Teaching About Genocide and Near East Relief

“Did growing up in an orphanage affect the kids’ health?”
“Could the relief workers have helped more people by joining the army?”
“Why were countries more accepting of refugees back then?”

When our Director and Curator speaks at high schools, she is always impressed by the students’ questions. Young people connect to the history of Near East Relief on a fundamental level. They pick out difficult points and analyze them with logic and empathy.

There are several excellent guides available for teaching about the Armenian Genocide, but there has never been a curriculum specific to Near East Relief’s work — until now. The Near East Foundation has collaborated with experienced history teacher Ron Levitsky and the Genocide Education Project to produce a curriculum guide for middle and high school teachers.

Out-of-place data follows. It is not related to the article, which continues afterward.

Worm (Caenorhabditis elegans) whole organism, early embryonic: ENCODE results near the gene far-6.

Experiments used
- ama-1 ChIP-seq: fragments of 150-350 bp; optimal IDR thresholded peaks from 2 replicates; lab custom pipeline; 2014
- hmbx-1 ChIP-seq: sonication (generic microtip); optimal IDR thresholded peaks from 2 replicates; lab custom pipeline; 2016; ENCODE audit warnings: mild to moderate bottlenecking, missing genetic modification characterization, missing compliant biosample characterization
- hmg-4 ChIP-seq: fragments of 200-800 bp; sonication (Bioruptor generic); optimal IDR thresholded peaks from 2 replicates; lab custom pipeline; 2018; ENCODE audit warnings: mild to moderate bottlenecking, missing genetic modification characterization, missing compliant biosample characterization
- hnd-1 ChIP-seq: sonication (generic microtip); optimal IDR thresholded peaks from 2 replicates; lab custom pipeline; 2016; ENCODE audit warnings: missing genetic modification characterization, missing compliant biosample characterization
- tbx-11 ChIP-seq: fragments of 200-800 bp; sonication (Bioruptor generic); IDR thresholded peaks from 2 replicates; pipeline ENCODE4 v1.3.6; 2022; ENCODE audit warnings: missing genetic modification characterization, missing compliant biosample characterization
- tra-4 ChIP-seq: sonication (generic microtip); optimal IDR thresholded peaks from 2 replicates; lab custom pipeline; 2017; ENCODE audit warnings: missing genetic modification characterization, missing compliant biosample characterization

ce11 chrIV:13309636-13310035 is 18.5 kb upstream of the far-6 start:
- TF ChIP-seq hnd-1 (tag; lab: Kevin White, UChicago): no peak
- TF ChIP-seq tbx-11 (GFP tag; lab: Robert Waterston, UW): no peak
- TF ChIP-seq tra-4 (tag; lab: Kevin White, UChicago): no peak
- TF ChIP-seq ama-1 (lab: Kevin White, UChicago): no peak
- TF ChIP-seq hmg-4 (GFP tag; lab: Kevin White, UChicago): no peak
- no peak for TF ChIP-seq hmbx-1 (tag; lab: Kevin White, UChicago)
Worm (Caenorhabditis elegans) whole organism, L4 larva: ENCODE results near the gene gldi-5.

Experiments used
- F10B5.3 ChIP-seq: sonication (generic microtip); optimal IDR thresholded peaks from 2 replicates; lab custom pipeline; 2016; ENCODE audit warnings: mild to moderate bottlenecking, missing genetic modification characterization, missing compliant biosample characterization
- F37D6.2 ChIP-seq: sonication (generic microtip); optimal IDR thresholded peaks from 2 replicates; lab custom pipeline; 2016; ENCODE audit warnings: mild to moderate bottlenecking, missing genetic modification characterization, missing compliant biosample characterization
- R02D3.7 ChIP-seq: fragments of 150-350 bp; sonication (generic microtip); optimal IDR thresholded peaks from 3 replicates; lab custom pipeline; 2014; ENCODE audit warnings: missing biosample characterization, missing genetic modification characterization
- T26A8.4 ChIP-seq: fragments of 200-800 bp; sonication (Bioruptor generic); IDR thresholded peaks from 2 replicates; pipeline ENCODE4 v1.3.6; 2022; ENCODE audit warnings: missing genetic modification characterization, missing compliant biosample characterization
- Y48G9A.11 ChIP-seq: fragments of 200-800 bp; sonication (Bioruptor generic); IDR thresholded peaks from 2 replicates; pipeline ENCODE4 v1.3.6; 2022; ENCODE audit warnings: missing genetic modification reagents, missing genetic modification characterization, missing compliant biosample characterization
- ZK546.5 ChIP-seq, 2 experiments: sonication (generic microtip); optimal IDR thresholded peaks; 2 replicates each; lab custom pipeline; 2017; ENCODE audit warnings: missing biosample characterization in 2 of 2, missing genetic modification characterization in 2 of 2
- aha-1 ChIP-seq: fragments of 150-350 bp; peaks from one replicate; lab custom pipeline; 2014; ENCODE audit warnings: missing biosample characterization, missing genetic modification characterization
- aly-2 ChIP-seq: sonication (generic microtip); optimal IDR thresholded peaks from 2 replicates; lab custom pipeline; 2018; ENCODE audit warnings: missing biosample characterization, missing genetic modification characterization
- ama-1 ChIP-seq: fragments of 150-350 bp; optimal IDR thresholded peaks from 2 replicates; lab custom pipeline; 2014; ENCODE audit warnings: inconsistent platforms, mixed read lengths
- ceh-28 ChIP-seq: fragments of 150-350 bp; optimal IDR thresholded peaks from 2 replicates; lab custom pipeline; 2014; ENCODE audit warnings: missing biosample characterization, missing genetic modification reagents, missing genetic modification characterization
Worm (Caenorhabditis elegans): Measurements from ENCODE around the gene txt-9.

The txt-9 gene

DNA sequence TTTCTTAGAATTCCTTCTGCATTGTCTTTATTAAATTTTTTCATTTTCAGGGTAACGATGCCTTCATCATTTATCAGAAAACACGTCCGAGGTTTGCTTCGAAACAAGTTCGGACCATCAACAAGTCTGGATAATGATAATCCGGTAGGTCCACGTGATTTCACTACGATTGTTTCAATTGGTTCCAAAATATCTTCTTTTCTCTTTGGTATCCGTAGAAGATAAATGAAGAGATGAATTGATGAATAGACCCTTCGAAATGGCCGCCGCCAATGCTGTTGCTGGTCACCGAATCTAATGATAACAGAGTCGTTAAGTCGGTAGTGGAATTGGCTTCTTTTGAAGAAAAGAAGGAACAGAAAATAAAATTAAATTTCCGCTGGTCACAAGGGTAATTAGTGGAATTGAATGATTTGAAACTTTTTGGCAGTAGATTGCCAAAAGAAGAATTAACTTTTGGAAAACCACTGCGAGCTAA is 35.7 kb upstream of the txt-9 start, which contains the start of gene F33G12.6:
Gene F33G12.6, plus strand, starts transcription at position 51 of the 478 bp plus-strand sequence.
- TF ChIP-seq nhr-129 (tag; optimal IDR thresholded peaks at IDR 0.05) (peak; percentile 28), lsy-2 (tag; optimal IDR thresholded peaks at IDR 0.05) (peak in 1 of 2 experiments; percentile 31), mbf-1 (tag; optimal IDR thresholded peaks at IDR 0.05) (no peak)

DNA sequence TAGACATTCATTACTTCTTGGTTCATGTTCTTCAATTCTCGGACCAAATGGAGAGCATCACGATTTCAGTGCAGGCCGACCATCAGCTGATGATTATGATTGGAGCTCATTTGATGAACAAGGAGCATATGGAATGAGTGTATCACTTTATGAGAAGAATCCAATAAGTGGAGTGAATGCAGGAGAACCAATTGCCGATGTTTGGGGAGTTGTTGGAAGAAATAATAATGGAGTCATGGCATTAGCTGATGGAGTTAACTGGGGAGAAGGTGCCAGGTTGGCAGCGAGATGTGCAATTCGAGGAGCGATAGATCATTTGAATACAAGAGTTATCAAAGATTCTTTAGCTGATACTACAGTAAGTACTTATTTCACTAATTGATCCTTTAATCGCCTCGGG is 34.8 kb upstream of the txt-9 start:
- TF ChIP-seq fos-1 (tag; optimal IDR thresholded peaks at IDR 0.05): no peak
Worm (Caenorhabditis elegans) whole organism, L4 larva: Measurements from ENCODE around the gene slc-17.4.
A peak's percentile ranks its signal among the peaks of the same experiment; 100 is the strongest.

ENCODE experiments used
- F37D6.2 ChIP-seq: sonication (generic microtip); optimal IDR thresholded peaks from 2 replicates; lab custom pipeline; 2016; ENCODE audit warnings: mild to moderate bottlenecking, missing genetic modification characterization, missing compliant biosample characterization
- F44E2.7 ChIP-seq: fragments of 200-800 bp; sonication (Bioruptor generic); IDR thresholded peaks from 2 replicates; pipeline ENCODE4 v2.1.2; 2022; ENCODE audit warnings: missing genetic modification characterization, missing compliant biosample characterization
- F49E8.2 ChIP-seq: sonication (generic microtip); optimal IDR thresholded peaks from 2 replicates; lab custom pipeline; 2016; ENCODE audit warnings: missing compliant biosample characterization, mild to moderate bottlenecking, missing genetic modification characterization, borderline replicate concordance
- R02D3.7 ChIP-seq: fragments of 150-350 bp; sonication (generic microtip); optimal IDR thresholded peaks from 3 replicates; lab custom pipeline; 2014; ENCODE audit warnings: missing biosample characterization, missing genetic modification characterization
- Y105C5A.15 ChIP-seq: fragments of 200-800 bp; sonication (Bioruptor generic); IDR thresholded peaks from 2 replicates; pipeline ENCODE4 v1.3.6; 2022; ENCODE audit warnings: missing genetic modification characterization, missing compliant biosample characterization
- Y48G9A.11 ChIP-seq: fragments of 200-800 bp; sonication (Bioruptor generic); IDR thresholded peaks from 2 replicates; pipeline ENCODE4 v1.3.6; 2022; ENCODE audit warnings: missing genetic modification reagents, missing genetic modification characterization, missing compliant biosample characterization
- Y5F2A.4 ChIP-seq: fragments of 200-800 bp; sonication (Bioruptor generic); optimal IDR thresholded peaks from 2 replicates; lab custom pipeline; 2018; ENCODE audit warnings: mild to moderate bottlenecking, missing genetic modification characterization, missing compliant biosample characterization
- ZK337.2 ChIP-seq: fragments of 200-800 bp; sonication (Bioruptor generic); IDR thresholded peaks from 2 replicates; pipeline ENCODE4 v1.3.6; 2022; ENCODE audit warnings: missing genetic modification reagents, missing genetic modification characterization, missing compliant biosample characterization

Entitled They Shall Not Perish: The Story of Near East Relief, the guide functions as a companion to our downloadable exhibition of the same name. It can also be used as a standalone educational tool on this landmark chapter in American history. They Shall Not Perish introduces the concept of genocide and examines the Armenian Genocide within its historical context. The guide invites students to explore Near East Relief’s work through photographs and quotations while encouraging dialogue on complex subjects like international relations and modern genocide.

They Shall Not Perish is an excellent resource for classes studying World War I, U.S. History, or Holocaust and Genocide Studies. The guide is available as a free download for educational purposes. You can use the guide in conjunction with the downloadable panel exhibition for an even more meaningful educational experience.